Research team finds major zero-day security flaws in both iOS, OS X operating systems

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Date: Wednesday, June 17th, 2015, 08:31
Category: iOS, News, security, Software


Well, this is a bit awkward.

A group of researchers from Indiana University and the Georgia Institute of Technology have stated that security holes in both iOS and OS X allow a malicious app to steal passwords from Apple’s Keychain, as well as both Apple and third-party apps.

The claims appear to have been confirmed by Apple, Google and others.

The published report offered the following:

We completely cracked the keychain service – used to store passwords and other credentials for different Apple apps – and sandbox containers on OS X, and also identified new weaknesses within the inter-app communication mechanisms on OS X and iOS which can be used to steal confidential data from Evernote, Facebook and other high-profile apps

The team states that it reported the flaws to Apple in October of last year. At that time, Apple said that it understood the seriousness of the flaws and asked the researchers to give it six months to address them before the exploit was made public. In February, Apple requested an advance copy of the paper, yet the flaws remain present in the latest versions of both operating systems.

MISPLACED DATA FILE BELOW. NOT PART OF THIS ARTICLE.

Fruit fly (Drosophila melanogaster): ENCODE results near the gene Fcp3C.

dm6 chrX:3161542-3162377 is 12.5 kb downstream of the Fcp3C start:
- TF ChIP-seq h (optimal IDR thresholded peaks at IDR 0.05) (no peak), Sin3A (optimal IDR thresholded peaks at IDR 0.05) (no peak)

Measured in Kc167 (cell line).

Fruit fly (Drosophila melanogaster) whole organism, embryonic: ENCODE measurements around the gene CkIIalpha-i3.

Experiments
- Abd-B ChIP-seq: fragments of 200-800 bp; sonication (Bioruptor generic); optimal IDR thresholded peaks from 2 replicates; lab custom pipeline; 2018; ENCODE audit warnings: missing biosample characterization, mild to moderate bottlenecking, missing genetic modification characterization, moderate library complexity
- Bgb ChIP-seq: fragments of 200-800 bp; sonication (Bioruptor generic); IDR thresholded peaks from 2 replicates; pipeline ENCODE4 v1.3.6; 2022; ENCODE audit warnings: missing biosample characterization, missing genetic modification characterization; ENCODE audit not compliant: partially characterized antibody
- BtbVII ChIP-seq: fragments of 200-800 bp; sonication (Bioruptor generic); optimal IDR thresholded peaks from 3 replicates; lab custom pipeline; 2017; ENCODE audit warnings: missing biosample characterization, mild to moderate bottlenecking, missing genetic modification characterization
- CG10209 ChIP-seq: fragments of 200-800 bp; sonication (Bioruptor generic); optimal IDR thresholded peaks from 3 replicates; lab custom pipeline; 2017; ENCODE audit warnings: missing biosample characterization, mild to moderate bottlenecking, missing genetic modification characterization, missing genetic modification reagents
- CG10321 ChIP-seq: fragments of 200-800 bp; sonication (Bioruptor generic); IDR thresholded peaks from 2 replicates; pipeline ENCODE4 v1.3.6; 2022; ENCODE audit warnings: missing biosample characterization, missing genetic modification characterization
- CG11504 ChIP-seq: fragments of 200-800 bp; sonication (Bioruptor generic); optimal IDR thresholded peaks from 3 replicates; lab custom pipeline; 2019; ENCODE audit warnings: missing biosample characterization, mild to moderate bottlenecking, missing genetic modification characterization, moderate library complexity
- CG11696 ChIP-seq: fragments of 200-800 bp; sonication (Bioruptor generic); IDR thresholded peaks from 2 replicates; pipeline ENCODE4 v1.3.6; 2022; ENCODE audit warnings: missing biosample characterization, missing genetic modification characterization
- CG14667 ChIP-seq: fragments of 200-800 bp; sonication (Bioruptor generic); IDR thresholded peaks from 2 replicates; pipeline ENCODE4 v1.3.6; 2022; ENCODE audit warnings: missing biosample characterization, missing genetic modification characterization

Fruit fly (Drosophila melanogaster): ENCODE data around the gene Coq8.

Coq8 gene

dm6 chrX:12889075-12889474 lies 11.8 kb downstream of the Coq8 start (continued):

During tests, researchers were able to upload malware exploiting the vulnerabilities to both iOS and Mac App Stores, despite Apple’s vetting. The compromised apps were approved for OS X and iOS.

The team say that they tested the exploit against a wide range of both Mac and iOS apps, and found that almost 90% of them were “completely exposed,” allowing the malware full access to data stored in the apps, including login credentials.

A recently released video shows that the installed malware can obtain information from a keychain it creates for its own purposes, which is fairly disturbing. Once in place, it can collect information such as logins and passwords for its own purposes.

As always, the best advice is to use caution in deciding which applications to download, especially ones from unknown developers. Also be alert to any occasion where you are asked to login manually when that login is usually done by Keychain.

Stay tuned for additional details as they become available.

Via 9to5Mac and The Register

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